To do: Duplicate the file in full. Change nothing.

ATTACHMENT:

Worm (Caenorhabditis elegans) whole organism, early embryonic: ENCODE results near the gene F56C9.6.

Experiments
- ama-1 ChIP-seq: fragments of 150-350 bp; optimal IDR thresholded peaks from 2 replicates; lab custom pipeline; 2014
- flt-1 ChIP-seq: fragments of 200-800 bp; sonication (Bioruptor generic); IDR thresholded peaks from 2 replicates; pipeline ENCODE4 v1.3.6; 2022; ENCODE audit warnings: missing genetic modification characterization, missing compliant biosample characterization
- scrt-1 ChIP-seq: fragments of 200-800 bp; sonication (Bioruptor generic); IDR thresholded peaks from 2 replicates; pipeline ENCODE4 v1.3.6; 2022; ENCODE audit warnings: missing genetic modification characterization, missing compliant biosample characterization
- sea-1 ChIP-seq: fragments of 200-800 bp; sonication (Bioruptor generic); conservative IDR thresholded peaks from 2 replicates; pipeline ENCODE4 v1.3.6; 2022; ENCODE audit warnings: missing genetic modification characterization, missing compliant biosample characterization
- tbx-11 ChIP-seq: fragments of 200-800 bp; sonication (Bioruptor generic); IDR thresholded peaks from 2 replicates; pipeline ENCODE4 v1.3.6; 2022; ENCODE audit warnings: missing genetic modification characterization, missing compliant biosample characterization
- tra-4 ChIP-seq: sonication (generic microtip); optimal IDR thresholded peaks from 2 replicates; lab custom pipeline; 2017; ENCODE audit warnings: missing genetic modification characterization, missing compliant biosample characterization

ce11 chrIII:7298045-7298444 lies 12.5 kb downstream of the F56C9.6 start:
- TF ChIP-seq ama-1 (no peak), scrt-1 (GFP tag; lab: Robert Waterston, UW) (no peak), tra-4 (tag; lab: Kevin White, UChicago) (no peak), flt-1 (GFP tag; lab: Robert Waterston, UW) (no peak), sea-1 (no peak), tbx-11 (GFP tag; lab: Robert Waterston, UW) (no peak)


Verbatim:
Worm (Caenorhabditis elegans) whole organism, early embryonic: ENCODE results near the gene F56C9.6.

Experiments
- ama-1 ChIP-seq: fragments of 150-350 bp; optimal IDR thresholded peaks from 2 replicates; lab custom pipeline; 2014
- flt-1 ChIP-seq: fragments of 200-800 bp; sonication (Bioruptor generic); IDR thresholded peaks from 2 replicates; pipeline ENCODE4 v1.3.6; 2022; ENCODE audit warnings: missing genetic modification characterization, missing compliant biosample characterization
- scrt-1 ChIP-seq: fragments of 200-800 bp; sonication (Bioruptor generic); IDR thresholded peaks from 2 replicates; pipeline ENCODE4 v1.3.6; 2022; ENCODE audit warnings: missing genetic modification characterization, missing compliant biosample characterization
- sea-1 ChIP-seq: fragments of 200-800 bp; sonication (Bioruptor generic); conservative IDR thresholded peaks from 2 replicates; pipeline ENCODE4 v1.3.6; 2022; ENCODE audit warnings: missing genetic modification characterization, missing compliant biosample characterization
- tbx-11 ChIP-seq: fragments of 200-800 bp; sonication (Bioruptor generic); IDR thresholded peaks from 2 replicates; pipeline ENCODE4 v1.3.6; 2022; ENCODE audit warnings: missing genetic modification characterization, missing compliant biosample characterization
- tra-4 ChIP-seq: sonication (generic microtip); optimal IDR thresholded peaks from 2 replicates; lab custom pipeline; 2017; ENCODE audit warnings: missing genetic modification characterization, missing compliant biosample characterization

ce11 chrIII:7298045-7298444 lies 12.5 kb downstream of the F56C9.6 start:
- TF ChIP-seq ama-1 (no peak), scrt-1 (GFP tag; lab: Robert Waterston, UW) (no peak), tra-4 (tag; lab: Kevin White, UChicago) (no peak), flt-1 (GFP tag; lab: Robert Waterston, UW) (no peak), sea-1 (no peak), tbx-11 (GFP tag; lab: Robert Waterston, UW) (no peak)